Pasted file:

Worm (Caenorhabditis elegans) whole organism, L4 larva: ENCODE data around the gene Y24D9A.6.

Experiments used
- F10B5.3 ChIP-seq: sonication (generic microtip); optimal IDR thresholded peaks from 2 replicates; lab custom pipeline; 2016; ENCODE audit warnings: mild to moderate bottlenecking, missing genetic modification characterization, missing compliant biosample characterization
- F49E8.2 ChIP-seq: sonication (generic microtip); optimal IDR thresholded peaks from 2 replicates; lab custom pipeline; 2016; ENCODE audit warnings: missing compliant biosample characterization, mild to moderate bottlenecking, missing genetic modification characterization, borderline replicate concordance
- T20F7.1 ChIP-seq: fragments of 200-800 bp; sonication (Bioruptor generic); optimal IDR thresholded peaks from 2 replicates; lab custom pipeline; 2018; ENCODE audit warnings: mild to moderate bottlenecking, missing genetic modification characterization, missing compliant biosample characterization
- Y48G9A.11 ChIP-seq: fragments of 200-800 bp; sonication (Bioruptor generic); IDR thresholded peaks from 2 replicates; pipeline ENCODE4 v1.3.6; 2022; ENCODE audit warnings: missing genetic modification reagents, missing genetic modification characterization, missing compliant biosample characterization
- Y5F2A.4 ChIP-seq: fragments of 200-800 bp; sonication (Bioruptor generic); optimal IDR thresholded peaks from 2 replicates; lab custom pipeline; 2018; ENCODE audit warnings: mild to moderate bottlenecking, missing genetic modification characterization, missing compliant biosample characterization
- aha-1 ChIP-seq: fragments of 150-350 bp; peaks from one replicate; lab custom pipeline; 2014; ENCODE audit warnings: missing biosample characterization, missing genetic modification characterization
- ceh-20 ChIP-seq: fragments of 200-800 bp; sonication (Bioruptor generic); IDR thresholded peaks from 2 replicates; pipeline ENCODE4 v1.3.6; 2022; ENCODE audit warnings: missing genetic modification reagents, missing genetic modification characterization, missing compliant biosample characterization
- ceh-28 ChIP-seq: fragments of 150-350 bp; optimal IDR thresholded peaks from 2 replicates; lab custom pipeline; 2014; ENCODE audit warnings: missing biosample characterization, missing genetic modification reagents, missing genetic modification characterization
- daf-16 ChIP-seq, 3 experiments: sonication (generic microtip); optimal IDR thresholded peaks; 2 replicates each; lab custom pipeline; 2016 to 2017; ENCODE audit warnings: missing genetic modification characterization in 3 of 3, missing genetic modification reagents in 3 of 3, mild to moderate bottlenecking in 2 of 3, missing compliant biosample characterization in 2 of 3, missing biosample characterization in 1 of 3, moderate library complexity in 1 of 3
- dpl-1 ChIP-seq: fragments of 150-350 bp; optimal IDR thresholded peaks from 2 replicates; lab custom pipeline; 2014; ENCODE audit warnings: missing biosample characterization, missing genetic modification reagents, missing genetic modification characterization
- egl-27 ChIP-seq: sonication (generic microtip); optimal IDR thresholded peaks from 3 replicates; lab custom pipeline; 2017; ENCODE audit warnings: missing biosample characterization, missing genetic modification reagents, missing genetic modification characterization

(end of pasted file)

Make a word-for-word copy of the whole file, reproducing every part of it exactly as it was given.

Worm (Caenorhabditis elegans) whole organism, L4 larva: ENCODE data around the gene Y24D9A.6.

Experiments used
- F10B5.3 ChIP-seq: sonication (generic microtip); optimal IDR thresholded peaks from 2 replicates; lab custom pipeline; 2016; ENCODE audit warnings: mild to moderate bottlenecking, missing genetic modification characterization, missing compliant biosample characterization
- F49E8.2 ChIP-seq: sonication (generic microtip); optimal IDR thresholded peaks from 2 replicates; lab custom pipeline; 2016; ENCODE audit warnings: missing compliant biosample characterization, mild to moderate bottlenecking, missing genetic modification characterization, borderline replicate concordance
- T20F7.1 ChIP-seq: fragments of 200-800 bp; sonication (Bioruptor generic); optimal IDR thresholded peaks from 2 replicates; lab custom pipeline; 2018; ENCODE audit warnings: mild to moderate bottlenecking, missing genetic modification characterization, missing compliant biosample characterization
- Y48G9A.11 ChIP-seq: fragments of 200-800 bp; sonication (Bioruptor generic); IDR thresholded peaks from 2 replicates; pipeline ENCODE4 v1.3.6; 2022; ENCODE audit warnings: missing genetic modification reagents, missing genetic modification characterization, missing compliant biosample characterization
- Y5F2A.4 ChIP-seq: fragments of 200-800 bp; sonication (Bioruptor generic); optimal IDR thresholded peaks from 2 replicates; lab custom pipeline; 2018; ENCODE audit warnings: mild to moderate bottlenecking, missing genetic modification characterization, missing compliant biosample characterization
- aha-1 ChIP-seq: fragments of 150-350 bp; peaks from one replicate; lab custom pipeline; 2014; ENCODE audit warnings: missing biosample characterization, missing genetic modification characterization
- ceh-20 ChIP-seq: fragments of 200-800 bp; sonication (Bioruptor generic); IDR thresholded peaks from 2 replicates; pipeline ENCODE4 v1.3.6; 2022; ENCODE audit warnings: missing genetic modification reagents, missing genetic modification characterization, missing compliant biosample characterization
- ceh-28 ChIP-seq: fragments of 150-350 bp; optimal IDR thresholded peaks from 2 replicates; lab custom pipeline; 2014; ENCODE audit warnings: missing biosample characterization, missing genetic modification reagents, missing genetic modification characterization
- daf-16 ChIP-seq, 3 experiments: sonication (generic microtip); optimal IDR thresholded peaks; 2 replicates each; lab custom pipeline; 2016 to 2017; ENCODE audit warnings: missing genetic modification characterization in 3 of 3, missing genetic modification reagents in 3 of 3, mild to moderate bottlenecking in 2 of 3, missing compliant biosample characterization in 2 of 3, missing biosample characterization in 1 of 3, moderate library complexity in 1 of 3
- dpl-1 ChIP-seq: fragments of 150-350 bp; optimal IDR thresholded peaks from 2 replicates; lab custom pipeline; 2014; ENCODE audit warnings: missing biosample characterization, missing genetic modification reagents, missing genetic modification characterization
- egl-27 ChIP-seq: sonication (generic microtip); optimal IDR thresholded peaks from 3 replicates; lab custom pipeline; 2017; ENCODE audit warnings: missing biosample characterization, missing genetic modification reagents, missing genetic modification characterization